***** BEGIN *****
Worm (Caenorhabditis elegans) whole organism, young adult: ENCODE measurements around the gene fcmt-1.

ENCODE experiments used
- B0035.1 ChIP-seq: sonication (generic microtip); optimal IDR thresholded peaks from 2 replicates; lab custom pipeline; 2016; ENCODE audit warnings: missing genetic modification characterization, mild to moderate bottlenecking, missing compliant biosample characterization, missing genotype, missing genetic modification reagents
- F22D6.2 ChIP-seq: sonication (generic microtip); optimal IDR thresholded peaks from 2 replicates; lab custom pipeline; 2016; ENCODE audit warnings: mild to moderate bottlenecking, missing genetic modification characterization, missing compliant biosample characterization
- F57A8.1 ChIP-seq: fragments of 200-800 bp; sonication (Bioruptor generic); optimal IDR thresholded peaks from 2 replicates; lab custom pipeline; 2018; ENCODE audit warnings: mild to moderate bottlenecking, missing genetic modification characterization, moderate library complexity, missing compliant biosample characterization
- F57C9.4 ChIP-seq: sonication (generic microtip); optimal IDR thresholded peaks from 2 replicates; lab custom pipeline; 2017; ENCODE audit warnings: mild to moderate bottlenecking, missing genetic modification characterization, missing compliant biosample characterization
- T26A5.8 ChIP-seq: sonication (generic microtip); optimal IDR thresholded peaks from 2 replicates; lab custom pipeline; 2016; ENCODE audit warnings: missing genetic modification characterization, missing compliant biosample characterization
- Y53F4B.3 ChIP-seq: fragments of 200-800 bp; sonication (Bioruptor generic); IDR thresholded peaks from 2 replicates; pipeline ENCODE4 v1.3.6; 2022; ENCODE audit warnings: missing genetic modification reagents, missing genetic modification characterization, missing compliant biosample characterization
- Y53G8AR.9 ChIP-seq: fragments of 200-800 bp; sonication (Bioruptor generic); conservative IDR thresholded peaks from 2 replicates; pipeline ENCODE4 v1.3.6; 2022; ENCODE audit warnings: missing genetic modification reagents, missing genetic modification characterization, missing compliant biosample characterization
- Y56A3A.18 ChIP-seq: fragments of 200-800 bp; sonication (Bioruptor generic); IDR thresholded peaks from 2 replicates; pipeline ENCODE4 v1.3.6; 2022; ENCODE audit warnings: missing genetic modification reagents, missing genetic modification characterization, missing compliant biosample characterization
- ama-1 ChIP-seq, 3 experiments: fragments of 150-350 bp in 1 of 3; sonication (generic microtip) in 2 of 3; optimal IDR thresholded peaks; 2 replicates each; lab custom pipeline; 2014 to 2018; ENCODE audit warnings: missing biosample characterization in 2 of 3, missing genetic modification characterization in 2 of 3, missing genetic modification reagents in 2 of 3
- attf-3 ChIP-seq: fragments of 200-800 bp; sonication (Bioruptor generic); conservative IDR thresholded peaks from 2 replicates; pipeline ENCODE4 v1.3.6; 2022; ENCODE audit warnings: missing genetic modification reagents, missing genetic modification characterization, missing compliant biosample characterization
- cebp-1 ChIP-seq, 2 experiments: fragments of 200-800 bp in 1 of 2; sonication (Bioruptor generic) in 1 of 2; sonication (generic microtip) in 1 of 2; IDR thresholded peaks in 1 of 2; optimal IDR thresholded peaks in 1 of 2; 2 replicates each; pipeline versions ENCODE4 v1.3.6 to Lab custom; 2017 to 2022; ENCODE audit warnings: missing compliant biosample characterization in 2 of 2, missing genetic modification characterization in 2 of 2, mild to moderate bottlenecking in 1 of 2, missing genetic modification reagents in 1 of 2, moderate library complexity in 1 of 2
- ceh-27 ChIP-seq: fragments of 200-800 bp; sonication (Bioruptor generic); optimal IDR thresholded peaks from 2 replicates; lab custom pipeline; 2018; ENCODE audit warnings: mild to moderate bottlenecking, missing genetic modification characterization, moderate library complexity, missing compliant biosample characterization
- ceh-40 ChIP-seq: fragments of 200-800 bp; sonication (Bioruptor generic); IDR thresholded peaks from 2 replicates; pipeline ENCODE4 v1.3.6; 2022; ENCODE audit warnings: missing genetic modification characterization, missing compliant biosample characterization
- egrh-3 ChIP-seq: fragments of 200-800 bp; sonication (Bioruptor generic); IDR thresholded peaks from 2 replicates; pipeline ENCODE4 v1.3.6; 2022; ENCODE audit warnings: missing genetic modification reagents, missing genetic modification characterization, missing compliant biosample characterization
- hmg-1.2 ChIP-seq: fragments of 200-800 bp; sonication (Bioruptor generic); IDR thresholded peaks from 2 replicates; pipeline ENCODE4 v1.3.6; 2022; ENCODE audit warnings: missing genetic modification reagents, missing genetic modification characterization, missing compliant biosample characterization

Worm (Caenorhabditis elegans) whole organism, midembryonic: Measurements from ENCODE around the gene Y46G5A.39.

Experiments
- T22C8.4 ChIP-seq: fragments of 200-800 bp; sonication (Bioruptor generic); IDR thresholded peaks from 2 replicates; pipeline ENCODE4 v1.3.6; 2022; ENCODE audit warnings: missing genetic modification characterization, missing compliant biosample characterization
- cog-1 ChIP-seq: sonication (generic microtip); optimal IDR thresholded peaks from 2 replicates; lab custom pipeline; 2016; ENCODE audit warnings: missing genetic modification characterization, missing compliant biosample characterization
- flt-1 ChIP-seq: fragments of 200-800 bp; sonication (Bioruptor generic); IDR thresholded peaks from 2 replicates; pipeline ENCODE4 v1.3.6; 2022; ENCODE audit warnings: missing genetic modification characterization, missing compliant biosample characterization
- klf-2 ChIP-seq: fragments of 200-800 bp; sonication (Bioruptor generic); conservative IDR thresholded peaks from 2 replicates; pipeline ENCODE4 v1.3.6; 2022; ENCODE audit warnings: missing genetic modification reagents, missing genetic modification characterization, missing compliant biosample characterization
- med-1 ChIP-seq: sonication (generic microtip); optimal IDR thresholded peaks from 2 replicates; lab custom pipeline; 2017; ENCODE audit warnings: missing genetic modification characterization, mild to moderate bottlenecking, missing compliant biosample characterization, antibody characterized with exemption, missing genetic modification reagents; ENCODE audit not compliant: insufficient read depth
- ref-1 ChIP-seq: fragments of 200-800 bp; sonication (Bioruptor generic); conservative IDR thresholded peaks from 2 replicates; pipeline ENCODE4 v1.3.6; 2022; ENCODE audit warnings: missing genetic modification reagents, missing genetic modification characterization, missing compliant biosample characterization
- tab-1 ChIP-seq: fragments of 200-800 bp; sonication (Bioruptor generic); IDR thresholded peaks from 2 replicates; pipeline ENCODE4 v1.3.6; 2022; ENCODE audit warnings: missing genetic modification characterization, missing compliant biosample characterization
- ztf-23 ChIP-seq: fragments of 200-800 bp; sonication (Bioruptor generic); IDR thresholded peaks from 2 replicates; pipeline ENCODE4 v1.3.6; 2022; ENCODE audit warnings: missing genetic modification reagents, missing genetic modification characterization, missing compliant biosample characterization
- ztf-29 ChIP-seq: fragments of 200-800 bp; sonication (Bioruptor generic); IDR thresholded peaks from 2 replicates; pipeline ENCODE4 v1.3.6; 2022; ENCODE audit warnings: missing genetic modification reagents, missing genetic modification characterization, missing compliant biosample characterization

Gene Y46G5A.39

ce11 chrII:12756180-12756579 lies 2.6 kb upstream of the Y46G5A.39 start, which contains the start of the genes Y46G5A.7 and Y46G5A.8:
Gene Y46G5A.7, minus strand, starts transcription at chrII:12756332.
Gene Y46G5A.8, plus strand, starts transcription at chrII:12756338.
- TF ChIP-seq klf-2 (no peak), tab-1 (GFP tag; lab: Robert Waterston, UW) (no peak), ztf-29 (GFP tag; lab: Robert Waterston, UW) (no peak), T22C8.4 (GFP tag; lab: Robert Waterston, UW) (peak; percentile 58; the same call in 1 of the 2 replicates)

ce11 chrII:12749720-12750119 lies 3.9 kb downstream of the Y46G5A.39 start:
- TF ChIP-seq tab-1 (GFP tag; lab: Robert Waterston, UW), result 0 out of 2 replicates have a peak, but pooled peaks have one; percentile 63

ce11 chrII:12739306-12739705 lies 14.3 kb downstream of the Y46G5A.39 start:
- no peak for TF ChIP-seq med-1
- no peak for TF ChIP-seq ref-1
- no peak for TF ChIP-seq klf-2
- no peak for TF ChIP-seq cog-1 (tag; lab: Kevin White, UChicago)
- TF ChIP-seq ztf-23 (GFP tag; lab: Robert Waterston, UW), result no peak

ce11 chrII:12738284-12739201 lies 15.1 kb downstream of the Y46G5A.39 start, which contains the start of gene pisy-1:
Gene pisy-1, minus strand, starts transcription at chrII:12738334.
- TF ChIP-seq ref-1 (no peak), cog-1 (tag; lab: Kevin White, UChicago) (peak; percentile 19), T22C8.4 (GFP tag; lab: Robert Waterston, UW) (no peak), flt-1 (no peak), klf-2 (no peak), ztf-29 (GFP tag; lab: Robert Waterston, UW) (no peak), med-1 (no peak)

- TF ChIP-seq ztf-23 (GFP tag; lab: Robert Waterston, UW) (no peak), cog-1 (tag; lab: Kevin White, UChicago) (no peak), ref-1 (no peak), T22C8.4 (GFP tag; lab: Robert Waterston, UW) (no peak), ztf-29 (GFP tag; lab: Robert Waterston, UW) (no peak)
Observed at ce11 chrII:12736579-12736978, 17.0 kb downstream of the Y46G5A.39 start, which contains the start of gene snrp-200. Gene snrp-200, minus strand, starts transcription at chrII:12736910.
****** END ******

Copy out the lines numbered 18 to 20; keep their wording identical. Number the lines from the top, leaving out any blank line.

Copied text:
Worm (Caenorhabditis elegans) whole organism, midembryonic: Measurements from ENCODE around the gene Y46G5A.39.

Experiments
- T22C8.4 ChIP-seq: fragments of 200-800 bp; sonication (Bioruptor generic); IDR thresholded peaks from 2 replicates; pipeline ENCODE4 v1.3.6; 2022; ENCODE audit warnings: missing genetic modification characterization, missing compliant biosample characterization